OpenSUSE 13.2 RC1

RC1 (release candidate 1) was announced two days ago.  And I guess I’m a bit slow posting that.

I downloaded and installed.  I have now completed three installs:

  • on a desktop system, with a clean install using the 64-bit DVD installer;
  • on a laptop system, a clean install using the 64-bit live KDE installer;
  • on an older laptop, a clean install using the 32-bit DVD installer.

All of the installs went well.  By “clean install” here, I mean that I did not do an upgrade.  I did install into existing partitions.  For the second install, I kept “/home” as used with Beta1.  For the other installs, I mounted my 13.1 home file system as “/xhome”, so that “/home” was part of the root file system, but I could add symlinks back to existing files.  That allows new desktop settings files without interfering with my 13.1 systems.

For all of those installs, I used “ext4” for the root file system.  For the second of the above installs, everything was installed inside an encrypted LVM, with the exception of a small (500M) “/boot” partition.  At present, I am avoiding “btrfs” file systems.  While “btrfs” might be the file system of the future, in my opinion we do not yet have the tools to make full use of its capabilities.


Installing went very smoothly in all three cases.  The installs using the DVD installer were noticeably faster than for previous opensuse releases.  According to reports, this is because the installer now manages to avoid multiple rebuilds of the “initrd” (once should be enough).

Network setup

For the first install, I had an ethernet connection.  The installer was able to use that, and did not present me with a network setup screen.  Once installation was complete, I used Yast to look at the network settings and change the hostname to the one I preferred for that desktop system.

For the third install, I had only a WiFi connection.  The installer did present a network setup screen.  I was able to successfully configure the WiFi connection.  While still in the network setup screen, I configured the hostname for the system.  And that hostname was remembered for use in the running system after the final install.  Unlike previous tests, the WiFi configuration and setup worked well, and the connection was used during the installation.  I could have used it to add remote repos to use for the install.

For the second install, using live media, I configured a WiFi network connection (with NetworkManager) before I started the installer.  I then went into NetworkManager settings, and changed that connection so that it could be shared by all users.  This used to be called “system connection” but that name is not used now.  Since root has an empty password when running the live KDE system, I was not prompted for a root password.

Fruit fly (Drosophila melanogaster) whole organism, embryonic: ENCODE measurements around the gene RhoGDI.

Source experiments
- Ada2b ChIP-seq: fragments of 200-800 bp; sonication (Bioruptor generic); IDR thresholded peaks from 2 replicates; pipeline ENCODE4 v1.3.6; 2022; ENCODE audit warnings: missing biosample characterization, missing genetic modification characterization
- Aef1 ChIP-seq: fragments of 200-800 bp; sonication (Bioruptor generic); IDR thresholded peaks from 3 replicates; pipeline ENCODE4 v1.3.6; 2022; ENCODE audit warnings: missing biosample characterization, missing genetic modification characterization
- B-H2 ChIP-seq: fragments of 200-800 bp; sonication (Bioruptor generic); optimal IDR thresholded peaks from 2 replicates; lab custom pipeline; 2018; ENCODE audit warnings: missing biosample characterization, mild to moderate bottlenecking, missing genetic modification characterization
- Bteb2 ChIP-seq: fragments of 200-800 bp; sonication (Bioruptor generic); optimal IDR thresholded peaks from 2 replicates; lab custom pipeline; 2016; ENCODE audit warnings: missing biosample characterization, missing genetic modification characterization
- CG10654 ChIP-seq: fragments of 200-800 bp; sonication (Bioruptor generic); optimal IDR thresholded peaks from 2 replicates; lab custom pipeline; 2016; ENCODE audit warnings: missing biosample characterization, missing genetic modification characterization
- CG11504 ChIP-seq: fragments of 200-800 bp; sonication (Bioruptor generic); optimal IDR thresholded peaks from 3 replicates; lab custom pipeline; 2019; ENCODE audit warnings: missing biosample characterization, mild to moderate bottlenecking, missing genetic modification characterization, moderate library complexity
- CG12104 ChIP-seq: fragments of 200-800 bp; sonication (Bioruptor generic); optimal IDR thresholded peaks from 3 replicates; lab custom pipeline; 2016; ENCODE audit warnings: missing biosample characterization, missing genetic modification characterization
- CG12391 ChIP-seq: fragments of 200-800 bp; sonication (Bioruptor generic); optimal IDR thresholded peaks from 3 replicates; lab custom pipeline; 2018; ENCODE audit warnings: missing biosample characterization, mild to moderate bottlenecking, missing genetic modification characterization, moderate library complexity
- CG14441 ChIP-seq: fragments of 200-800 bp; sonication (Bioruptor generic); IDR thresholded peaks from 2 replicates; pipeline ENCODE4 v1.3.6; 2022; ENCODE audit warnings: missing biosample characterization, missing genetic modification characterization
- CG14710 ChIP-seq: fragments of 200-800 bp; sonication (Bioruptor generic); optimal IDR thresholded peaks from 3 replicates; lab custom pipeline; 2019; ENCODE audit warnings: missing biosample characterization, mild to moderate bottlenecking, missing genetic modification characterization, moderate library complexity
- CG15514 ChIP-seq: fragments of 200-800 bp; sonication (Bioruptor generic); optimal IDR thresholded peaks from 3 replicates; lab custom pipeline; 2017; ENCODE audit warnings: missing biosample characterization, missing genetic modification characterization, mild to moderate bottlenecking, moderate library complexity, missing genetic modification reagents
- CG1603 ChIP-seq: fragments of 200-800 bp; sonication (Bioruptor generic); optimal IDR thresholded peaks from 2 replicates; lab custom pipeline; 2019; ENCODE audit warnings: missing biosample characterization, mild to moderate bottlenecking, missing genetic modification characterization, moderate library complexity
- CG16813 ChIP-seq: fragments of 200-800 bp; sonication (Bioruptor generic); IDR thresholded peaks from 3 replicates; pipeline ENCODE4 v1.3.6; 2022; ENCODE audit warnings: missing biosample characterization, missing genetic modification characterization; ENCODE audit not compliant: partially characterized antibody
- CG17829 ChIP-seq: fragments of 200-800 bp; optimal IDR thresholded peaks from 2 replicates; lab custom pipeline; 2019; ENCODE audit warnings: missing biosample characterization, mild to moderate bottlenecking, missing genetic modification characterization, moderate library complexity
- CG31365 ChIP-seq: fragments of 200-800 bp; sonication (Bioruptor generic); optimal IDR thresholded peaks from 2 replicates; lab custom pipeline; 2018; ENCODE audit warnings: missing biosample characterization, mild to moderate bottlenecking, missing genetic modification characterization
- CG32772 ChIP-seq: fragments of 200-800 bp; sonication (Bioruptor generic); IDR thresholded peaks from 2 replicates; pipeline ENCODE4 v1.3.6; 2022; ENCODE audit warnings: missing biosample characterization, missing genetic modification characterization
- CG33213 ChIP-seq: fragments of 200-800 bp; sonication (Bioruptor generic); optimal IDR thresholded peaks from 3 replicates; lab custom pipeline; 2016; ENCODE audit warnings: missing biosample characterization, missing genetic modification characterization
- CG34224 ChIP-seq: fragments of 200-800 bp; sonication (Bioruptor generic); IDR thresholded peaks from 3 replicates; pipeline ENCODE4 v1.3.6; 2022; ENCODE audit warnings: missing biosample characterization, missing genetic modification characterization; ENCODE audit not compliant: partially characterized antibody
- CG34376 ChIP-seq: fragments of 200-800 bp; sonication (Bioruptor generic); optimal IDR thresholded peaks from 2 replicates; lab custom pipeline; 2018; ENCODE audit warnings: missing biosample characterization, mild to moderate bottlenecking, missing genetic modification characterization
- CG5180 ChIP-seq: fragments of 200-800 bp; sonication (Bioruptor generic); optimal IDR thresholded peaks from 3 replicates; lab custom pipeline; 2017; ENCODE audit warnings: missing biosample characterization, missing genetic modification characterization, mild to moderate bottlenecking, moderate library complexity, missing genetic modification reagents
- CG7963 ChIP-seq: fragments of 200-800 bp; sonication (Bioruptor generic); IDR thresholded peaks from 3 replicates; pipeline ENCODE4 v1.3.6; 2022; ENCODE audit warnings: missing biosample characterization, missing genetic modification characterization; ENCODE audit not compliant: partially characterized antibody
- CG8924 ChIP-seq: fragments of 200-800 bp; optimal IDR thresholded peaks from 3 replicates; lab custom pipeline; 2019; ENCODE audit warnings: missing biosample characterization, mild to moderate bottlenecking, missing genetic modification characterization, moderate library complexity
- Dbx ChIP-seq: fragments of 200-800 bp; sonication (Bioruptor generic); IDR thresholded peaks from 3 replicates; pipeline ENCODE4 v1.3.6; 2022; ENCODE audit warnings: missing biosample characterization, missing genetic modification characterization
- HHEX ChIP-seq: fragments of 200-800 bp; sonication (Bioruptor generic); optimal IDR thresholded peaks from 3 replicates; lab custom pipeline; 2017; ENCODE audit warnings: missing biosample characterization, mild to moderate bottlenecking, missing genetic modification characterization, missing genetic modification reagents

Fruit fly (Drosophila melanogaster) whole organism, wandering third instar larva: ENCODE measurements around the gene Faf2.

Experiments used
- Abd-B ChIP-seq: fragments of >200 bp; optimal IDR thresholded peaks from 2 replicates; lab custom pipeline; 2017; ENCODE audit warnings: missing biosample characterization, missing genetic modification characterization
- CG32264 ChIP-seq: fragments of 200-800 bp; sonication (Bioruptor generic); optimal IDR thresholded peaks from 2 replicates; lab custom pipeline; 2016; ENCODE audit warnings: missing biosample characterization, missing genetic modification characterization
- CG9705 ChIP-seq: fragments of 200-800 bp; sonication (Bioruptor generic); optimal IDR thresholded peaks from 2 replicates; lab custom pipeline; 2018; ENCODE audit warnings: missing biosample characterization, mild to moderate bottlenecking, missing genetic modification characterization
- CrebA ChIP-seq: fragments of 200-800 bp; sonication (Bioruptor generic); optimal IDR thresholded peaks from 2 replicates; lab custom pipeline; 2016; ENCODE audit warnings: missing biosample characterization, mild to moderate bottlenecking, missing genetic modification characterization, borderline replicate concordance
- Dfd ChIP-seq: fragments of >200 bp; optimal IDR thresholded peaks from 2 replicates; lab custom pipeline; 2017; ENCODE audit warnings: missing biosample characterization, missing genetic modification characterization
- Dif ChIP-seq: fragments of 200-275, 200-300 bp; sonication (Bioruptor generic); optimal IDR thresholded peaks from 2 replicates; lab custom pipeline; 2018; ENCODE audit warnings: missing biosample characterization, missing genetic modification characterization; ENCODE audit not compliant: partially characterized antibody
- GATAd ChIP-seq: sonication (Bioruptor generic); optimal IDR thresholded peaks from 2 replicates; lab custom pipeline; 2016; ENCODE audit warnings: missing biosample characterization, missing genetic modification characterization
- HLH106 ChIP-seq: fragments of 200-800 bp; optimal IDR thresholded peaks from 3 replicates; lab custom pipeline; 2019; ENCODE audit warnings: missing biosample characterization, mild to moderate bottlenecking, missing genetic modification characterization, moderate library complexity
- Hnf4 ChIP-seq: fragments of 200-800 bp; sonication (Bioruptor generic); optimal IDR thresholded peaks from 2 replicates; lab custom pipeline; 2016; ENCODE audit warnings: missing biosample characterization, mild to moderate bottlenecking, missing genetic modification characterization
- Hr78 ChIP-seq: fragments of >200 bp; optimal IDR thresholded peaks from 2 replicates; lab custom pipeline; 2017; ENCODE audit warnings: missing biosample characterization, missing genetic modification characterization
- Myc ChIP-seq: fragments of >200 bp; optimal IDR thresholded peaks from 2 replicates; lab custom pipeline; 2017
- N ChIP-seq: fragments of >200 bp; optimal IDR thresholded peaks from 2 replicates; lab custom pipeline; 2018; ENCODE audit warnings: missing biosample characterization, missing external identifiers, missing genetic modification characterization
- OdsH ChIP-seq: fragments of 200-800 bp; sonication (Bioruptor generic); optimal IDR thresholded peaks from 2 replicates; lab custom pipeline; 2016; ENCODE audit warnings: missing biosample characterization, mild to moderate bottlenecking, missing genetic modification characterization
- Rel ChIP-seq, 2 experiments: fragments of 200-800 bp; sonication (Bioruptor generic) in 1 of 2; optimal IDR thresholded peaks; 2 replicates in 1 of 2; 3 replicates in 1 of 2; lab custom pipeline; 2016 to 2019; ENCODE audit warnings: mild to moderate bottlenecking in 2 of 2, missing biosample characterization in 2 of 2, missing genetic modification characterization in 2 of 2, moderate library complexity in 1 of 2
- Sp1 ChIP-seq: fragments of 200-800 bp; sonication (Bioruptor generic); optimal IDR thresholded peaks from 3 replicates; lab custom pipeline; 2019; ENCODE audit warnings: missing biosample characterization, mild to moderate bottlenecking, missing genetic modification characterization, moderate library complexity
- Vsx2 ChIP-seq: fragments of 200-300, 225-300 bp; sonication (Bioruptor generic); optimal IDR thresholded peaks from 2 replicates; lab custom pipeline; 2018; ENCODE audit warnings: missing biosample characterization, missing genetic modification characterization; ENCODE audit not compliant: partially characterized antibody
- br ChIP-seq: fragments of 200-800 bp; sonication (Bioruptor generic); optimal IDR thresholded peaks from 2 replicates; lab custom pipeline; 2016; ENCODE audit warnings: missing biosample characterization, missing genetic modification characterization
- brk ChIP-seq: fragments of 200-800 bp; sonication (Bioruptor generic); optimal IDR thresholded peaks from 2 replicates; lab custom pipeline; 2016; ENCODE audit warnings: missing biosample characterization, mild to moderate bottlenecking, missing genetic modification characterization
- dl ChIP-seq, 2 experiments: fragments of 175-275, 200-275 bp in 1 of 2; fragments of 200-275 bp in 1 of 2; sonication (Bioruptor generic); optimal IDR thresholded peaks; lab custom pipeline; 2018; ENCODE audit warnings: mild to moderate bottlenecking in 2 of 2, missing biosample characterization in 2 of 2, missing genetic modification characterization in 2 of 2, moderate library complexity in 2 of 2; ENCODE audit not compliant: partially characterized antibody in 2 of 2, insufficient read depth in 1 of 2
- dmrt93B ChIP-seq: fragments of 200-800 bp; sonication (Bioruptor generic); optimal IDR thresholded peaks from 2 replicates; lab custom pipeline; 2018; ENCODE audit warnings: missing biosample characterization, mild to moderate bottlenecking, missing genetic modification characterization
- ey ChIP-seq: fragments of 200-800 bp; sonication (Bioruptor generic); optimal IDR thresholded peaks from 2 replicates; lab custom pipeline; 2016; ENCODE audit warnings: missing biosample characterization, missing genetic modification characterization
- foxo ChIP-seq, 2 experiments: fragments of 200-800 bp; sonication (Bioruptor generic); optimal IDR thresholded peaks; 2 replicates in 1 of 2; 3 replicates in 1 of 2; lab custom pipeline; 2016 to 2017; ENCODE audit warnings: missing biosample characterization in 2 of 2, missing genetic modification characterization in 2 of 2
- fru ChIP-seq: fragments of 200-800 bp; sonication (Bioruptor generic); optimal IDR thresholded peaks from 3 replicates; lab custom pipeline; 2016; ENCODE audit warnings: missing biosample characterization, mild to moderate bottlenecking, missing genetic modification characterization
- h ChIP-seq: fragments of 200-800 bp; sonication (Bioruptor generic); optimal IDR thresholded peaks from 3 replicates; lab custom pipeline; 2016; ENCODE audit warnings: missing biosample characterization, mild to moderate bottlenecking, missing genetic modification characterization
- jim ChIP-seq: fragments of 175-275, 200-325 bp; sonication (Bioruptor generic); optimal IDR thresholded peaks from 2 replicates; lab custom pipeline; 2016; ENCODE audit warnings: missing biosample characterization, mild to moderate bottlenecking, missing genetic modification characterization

Since the install from a live system is mostly a matter of copying the running system to disk, the result was that WiFi was already configured on the installed system.  The installer has simply copied the network setup information.  Since I was sharing the connection with all users, the connection information was in system files rather than in the private files of the live user.  So, on reboot, WiFi was already working.

The earlier problems with live install now seem to have been resolved.


I have seen few problems reported on the forum.  Most people have been very happy with 13.2 RC1.  Of the few problems that I have seen reported, most were related to “btrfs”, typically because grub2 does not yet fully support that file system.  However it supports well enough that it mostly works.

I am aware of one ongoing problem.  The NET installer does not work with WiFi.  There is an outstanding bug report for this (bug 899895).  If you need to use the NET installer for RC1, then try connecting an ethernet cable before you start.   I’m hoping this will be fixed in time for the final release of 13.2


Mostly, things are looking good for 13.2.  The work on improving openQA testing, and the use of factory as a rolling release, mean that this may  be the best tested of all opensuse releases.




About Neil Rickert

Retired mathematician and computer scientist who dabbles in cognitive science.

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